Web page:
Although the role of muscles was once thought to be minimal in axial compression, it is now thought that their stabilizing effect may influence the buckling behavior of the inherently unstable articulated column that is the cervical spine. This has been previously investigated experimentally using a very simplified model of neck musculature. The objective of this study was to create and establish the merit of a model of head-first impact with an advanced muscle force replication (AMFR) system using a Hybrid III anthropometric test device head, cadaveric cervical spine, and surrogate spinal cord.
An osteoligamentous cervical spine (occiput-T2, age 60 yrs) was set in dental stone at T1/2 and attached to a Hybrid III head at the occiput using custom adapter plates. The T1/2 potting cup was fixed to a six axis lower neck load cell and mounted to the carriage of a drop tower. The AMFR system modeled four bilateral muscles and three follower loads using fishing line tied to the vertebrae or to the Hybrid III head mounting plate. A radiopaque biofidelic surrogate spinal cord was inserted into the spinal canal. The specimen was dropped from a height of 60 cm onto a padded impact platform overtop a uni-axial load cell. The impact was captured at 1000 frames per second with two high speed video cameras and a high speed x-ray system. Injuries were diagnosed by a fellowship-trained spine surgeon (JS) using x-rays, CT scans, and through dissection.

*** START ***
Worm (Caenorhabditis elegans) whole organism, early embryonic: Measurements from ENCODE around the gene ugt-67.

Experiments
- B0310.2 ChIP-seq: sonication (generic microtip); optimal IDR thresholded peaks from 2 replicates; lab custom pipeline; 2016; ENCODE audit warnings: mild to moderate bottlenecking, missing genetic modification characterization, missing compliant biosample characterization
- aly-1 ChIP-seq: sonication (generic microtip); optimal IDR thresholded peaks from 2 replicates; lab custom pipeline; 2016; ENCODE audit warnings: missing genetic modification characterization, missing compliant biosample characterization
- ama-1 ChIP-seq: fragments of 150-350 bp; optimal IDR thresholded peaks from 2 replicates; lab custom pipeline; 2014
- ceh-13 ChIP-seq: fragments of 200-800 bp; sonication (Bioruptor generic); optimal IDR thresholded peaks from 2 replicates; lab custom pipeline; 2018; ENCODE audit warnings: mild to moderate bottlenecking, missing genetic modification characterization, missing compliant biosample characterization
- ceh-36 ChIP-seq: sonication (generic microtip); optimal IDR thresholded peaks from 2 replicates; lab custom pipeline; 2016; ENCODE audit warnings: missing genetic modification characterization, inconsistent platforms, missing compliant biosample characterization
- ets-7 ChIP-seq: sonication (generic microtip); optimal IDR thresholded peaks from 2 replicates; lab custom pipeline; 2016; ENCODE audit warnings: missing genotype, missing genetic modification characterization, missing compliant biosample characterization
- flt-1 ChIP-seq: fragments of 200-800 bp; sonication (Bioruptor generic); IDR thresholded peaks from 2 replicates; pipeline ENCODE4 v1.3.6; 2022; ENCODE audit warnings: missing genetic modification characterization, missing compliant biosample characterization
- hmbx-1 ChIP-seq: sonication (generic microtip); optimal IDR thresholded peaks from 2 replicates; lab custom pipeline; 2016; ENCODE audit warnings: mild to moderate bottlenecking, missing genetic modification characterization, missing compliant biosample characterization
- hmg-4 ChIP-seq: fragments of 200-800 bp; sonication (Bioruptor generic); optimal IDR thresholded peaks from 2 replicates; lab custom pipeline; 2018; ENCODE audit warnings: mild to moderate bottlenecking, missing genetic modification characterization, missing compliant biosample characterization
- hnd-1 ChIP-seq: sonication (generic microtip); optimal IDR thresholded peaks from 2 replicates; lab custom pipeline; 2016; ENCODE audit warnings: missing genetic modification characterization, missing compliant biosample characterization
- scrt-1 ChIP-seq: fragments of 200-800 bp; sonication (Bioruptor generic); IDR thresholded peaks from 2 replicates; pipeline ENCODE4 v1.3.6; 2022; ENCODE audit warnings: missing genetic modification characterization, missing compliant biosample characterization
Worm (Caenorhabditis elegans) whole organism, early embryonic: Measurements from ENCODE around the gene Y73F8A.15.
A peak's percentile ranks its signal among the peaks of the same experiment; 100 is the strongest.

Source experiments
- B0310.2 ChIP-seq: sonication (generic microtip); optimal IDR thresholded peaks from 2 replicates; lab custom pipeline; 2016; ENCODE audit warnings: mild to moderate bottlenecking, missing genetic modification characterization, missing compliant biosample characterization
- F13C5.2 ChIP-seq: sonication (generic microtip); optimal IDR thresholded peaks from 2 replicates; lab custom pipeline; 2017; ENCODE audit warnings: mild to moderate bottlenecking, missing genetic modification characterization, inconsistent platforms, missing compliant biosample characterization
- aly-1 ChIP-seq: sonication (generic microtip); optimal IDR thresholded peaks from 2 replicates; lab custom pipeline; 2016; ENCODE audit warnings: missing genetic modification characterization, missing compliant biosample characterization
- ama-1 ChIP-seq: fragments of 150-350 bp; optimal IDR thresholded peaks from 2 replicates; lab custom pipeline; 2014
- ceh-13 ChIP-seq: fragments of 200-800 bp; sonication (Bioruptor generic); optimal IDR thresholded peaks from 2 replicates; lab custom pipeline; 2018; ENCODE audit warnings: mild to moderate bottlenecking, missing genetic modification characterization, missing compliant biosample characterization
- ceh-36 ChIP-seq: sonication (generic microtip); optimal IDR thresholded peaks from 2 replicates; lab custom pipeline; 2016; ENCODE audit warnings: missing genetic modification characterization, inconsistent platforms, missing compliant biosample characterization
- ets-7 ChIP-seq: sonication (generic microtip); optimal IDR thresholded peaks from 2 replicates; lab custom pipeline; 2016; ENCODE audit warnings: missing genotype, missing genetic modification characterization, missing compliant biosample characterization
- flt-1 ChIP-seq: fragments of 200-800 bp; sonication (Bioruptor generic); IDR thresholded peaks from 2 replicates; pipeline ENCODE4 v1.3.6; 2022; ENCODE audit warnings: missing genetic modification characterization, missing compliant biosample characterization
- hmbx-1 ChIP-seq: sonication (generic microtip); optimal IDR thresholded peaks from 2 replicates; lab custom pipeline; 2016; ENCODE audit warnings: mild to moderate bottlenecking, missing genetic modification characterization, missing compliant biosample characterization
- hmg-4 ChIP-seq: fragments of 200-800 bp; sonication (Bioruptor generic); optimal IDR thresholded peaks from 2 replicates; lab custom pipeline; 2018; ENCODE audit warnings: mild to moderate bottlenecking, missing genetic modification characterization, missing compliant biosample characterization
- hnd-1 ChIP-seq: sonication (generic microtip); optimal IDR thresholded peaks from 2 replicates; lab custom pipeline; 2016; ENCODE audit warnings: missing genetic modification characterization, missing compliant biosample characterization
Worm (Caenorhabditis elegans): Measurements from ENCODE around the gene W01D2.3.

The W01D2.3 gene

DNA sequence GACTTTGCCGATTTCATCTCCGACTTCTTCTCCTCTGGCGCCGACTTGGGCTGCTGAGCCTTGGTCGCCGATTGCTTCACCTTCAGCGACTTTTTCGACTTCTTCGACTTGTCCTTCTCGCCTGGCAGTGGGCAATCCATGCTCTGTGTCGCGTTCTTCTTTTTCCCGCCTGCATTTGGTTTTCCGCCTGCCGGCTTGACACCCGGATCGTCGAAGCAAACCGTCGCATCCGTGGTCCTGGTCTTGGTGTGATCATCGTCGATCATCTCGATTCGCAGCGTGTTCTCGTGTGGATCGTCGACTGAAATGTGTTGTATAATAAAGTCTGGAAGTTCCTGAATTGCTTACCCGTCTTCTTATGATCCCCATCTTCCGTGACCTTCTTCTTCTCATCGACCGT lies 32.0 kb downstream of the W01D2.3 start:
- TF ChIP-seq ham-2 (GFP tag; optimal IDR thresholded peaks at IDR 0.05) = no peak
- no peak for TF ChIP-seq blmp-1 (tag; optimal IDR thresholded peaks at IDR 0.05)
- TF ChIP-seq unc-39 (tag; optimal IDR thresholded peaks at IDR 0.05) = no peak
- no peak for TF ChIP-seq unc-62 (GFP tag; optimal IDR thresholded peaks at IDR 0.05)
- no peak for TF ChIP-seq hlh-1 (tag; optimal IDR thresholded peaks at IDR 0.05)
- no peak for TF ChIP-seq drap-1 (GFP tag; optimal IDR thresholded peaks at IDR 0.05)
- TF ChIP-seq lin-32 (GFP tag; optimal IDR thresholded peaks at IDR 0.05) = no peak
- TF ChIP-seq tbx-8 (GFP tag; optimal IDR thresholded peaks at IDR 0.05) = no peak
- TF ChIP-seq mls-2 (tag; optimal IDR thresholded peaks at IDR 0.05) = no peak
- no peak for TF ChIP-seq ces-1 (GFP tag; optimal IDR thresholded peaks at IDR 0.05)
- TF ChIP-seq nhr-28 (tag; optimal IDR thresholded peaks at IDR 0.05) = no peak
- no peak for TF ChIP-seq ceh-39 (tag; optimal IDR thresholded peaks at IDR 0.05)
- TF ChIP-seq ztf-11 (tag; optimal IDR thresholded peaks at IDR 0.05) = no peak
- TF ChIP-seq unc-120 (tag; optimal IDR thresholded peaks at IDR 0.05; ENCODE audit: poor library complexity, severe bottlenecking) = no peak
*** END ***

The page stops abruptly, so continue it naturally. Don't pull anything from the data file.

Lordosis was removed from the specimen and it was aligned with zero eccentricity (anteroposterior distance between the occipital condyles and the T1 vertebral body) using the AMFR system. The peak impact platform and lower neck axial loads were 7930 N and 3830 N, respectively. Injuries included a burst fracture of C1 and a disc and bilateral facet capsule rupture at C5/6. The C1 fracture produced a concurrent peak spinal cord compression of 20%.
This pilot study showed that compression injuries in head-first impacts can be reproduced with a cadaver spine, Hybrid III head, and simulated muscle forces. This model advances in vitro testing as it permits measurement of spinal cord compression and simulation of neck muscle forces with tied attachments on the vertebrae allowing this to be achieved without damaging the structural integrity of the spinal column.